Preparing for my day of Mohs surgery:
We may ask to see you in consultation prior to your surgery, or we may perform the consultation on the same day as your surgery. The night before the surgery, get a good night’s rest, eat a light breakfast and come to the office at your scheduled appointment time.
As the surgery can take several hours with some downtime, we recommend that you bring a book, newspaper, laptop computer or something else to help pass the time. Many patients bring a snack or lunch to eat during the day.
You should wear comfortable, loose-fitting clothing for the day of the surgery. Our office can be slightly chilly, so it is a good idea to also bring a sweater with you.
We ask that you have someone available to drive you home after the surgery.
What about my other medications?
You should continue to take all of your regular medications, unless specifically instructed by our office staff. If your doctor has prescribed a blood thinner such as Coumadin, Plavix, heparin, aspirin, we recommend that you continue taking these medications as prescribed.
What will my day of Mohs surgery be like?
On the day of your surgery, come to the office where you scheduled your appointment: Milford or Framingham.
After taking a brief history, we will perform a limited skin exam, and mark the site of your skin cancer with you. We will then inject a local anesthetic to numb the skin and prevent discomfort for you. Our surgeon will then remove the affected area with a thin layer of tissue. We will stop the bleeding and place a large bandage over the area.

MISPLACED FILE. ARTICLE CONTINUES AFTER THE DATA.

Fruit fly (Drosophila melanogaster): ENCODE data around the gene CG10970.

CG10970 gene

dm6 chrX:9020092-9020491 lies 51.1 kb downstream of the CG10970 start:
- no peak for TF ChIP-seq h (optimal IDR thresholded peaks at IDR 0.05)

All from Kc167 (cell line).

We will then take the specimen and prepare it for microscopic examination. This is the most time consuming part of the process, and it can take one to two hours for the tissue and slides to be prepared. Once completed, Dr. Schanbacher then examines the slides under a microscope, in order to determine if there is any skin cancer still remaining.
If there is skin cancer seen on your slides, it means that there is still skin cancer at the edges of the tissue. We must remove more (“another layer of tissue”), and we will repeat the above process until all of the skin cancer is removed. Depending on your skin cancer, it may take several stages of this repeated process to completely remove the skin cancer. We cannot predict how many stages of surgery will be necessary to remove your skin cancer.
Once the skin cancer is completely removed, we will then discuss the different options to repair the wound. Depending on the size and location of your skin cancer wound, we will discuss all of the different surgical reconstructive options with you and recommend the best option in our opinion. Typically, this reconstruction is performed the same day as your Mohs surgery, but it may be necessary to perform the reconstruction on a separate day.
Will I be left with a scar?
Unfortunately, all surgeries result in scars. When we remove your skin cancer, the procedure will result in a scar. Dr. Schanbacher has great expertise in reconstructing skin cancer wounds in all locations as a result of his specialized training in Mohs surgery. In some cases, a minor scar revision may be necessary in the future to achieve the best cosmetic outcome. We refer few cases out for reconstruction. We do work with colleagues in plastic, head and neck, and oculoplastic surgery, and we are happy to refer you to them for reconstruction after Mohs surgery if you desire.
What do I do after Mohs surgery?
After your surgery, we will see you back to observe the wound and to make sure that the incision has healed well. You may also need to have sutures removed at that time. In the future, we recommend that you have regular visits with the dermatologist for full skin checks in order to maintain skin health.